The sewn products industry hasn’t always been known for its drive to innovate. In fact, at one point, it resolutely opposed innovation. In 1830, Barthélemy Thimonnier designed one of the first sewing machines, receiving a patent from the French government with the intention of mass-producing uniforms for the French army. A year later, his factory was reportedly burned down by a mob of tailors fearful of being put out of work.
The turn of the 19th century introduced the Luddites, a new rebellion of textile workers who took up arms to fight against — you guessed it — machines. Yet, despite the destruction, it wasn’t really the new machinery with which they took issue. Rather, they were fighting against a new rise in industrial capitalism that granted machine owners and operators an unequal share of production profits.
What these history lessons teach us is that the world — and the industry, in particular — has a complicated past with technological progression.
The debate continues today. On a regular basis, we hear questions like “will robots take our jobs?” or “slippery slope” arguments warning against going too far with technology. Interestingly, the term Luddite stuck around and is used today as both an insult thrown at those seen as standing in the way of progress as well as a quaint term describing someone still holding tight to his flip phone.
Without a doubt, technology has changed the way we work and live. But change isn’t always a bad thing. Over the last twenty or so years there has been a significant rise in adoption of new technologies that have pushed the sewn products industry into a modern-day renaissance of sorts. As many production lines moved overseas, companies in the U.S. recognized the need for adaptability and the important role digitization and automation played in increasing efficiencies while decreasing domestic production costs in what was already an extremely competitive market. This also appealed to a new consumer base that demanded customizable, quickly made, and inexpensive products. Without technology, the U.S. sewn products industry would not have been able to survive (we’ll save the trade debate for another day).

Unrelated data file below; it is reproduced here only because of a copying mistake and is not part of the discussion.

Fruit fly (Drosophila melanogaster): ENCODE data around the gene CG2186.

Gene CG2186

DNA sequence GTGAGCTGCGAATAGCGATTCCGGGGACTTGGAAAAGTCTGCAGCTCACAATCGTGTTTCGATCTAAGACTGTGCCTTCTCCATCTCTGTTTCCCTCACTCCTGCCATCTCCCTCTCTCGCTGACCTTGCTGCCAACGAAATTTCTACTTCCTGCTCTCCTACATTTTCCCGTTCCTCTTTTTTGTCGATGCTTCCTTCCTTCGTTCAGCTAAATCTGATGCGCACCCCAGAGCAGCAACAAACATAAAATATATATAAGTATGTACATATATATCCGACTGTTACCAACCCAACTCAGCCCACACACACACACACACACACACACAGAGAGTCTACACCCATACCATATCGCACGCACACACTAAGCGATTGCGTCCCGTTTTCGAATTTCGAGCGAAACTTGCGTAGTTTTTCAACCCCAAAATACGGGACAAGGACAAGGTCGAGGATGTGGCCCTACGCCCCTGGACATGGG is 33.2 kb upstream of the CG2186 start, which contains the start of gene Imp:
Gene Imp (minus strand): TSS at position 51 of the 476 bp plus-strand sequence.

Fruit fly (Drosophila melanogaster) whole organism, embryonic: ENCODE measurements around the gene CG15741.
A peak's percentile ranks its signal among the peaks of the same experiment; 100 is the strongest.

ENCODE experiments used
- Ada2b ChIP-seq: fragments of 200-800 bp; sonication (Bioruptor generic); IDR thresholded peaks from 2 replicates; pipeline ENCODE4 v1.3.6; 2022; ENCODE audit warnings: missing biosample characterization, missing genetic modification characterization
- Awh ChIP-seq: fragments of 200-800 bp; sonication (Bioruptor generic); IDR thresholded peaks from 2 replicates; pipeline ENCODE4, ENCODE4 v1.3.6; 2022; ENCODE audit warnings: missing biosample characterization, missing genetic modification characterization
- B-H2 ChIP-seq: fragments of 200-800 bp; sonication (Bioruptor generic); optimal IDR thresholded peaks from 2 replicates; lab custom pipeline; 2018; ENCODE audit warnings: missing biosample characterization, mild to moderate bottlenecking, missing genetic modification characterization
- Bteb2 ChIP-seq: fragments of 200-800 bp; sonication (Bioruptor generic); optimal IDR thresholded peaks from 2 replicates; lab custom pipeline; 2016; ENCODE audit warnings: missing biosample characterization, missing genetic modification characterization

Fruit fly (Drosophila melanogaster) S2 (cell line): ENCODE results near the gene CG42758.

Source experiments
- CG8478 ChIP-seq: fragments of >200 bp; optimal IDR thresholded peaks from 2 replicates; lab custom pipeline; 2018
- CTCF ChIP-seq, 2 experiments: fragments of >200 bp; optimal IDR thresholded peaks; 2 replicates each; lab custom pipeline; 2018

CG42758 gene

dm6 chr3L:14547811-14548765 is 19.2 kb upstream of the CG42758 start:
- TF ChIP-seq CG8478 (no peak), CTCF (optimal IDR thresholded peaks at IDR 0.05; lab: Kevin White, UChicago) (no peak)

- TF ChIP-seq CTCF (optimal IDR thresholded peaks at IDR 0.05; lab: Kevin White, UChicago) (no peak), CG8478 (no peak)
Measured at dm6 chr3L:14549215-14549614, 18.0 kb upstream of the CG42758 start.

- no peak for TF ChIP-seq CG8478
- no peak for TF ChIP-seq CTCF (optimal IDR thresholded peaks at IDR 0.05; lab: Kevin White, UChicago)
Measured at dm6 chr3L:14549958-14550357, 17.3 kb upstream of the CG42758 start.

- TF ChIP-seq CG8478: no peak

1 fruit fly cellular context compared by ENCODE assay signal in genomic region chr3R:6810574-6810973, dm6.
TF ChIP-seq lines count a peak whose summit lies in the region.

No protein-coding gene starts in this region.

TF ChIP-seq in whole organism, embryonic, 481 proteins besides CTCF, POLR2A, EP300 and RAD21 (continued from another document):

Many players in the sewn products industry today are maintaining the momentum needed to innovate and evolve and keep pace with consumer and industry trends. Take for example on-demand manufacturing, 3-D sampling and pattern design, and smart textiles. These are just a few of the ways the industry is leveraging technology for business.
Even the impact of Covid-19 provides a good example of the importance of technology as businesses and countries across the world attempt to curb the spread. Our new reality — one of virtual events, telehealth appointments, and daily Amazon deliveries — has revealed how heavily we all rely on technology in our daily lives. And as we’ve spoken with companies that have quickly pivoted production lines to focus on the manufacturing of personal protective equipment, we’ve learned that the most successful ones were those that embraced technology — namely automation and the support of digital supply chain tools.
This month’s issue of Behind the Seams will take a deeper look into technology and its role in shaping the sewn products industry today. In addition to the latest headlines, we’ll feature a conversation with Gerber Technology’s Chief Commercial Officer Leonard Marano, explore the role of robotics with the Advanced Robotics for Manufacturing (ARM) Institute, and continue to highlight some of the exciting and innovative work from SPESA members.